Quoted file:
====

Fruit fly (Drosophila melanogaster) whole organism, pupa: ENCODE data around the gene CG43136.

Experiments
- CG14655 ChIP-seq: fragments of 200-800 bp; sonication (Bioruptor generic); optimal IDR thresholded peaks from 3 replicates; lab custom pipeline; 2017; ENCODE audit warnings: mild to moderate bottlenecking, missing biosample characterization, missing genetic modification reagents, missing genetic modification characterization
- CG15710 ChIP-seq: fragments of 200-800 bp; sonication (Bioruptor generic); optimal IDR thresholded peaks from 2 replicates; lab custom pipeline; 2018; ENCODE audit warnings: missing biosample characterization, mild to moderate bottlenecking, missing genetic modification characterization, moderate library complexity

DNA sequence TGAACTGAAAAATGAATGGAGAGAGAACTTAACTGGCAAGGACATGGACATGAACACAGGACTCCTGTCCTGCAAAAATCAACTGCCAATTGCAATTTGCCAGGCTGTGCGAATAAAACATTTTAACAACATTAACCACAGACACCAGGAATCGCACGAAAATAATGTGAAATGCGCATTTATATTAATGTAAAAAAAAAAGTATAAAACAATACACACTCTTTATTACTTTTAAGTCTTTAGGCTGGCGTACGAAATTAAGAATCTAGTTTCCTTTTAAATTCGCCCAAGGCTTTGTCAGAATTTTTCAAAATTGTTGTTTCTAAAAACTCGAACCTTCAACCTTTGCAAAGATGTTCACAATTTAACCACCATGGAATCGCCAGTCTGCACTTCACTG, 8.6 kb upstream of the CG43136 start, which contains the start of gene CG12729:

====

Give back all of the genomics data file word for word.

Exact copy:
Fruit fly (Drosophila melanogaster) whole organism, pupa: ENCODE data around the gene CG43136.

Experiments
- CG14655 ChIP-seq: fragments of 200-800 bp; sonication (Bioruptor generic); optimal IDR thresholded peaks from 3 replicates; lab custom pipeline; 2017; ENCODE audit warnings: mild to moderate bottlenecking, missing biosample characterization, missing genetic modification reagents, missing genetic modification characterization
- CG15710 ChIP-seq: fragments of 200-800 bp; sonication (Bioruptor generic); optimal IDR thresholded peaks from 2 replicates; lab custom pipeline; 2018; ENCODE audit warnings: missing biosample characterization, mild to moderate bottlenecking, missing genetic modification characterization, moderate library complexity

DNA sequence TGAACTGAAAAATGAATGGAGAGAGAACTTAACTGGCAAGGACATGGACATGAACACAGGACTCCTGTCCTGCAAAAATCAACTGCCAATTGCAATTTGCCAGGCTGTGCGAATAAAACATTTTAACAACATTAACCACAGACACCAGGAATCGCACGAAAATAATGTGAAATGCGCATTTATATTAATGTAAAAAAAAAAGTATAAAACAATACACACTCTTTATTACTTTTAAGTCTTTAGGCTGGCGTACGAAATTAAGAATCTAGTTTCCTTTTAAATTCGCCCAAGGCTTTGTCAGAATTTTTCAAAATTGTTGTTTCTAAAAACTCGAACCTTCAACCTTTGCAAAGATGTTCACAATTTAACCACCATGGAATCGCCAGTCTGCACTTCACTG, 8.6 kb upstream of the CG43136 start, which contains the start of gene CG12729: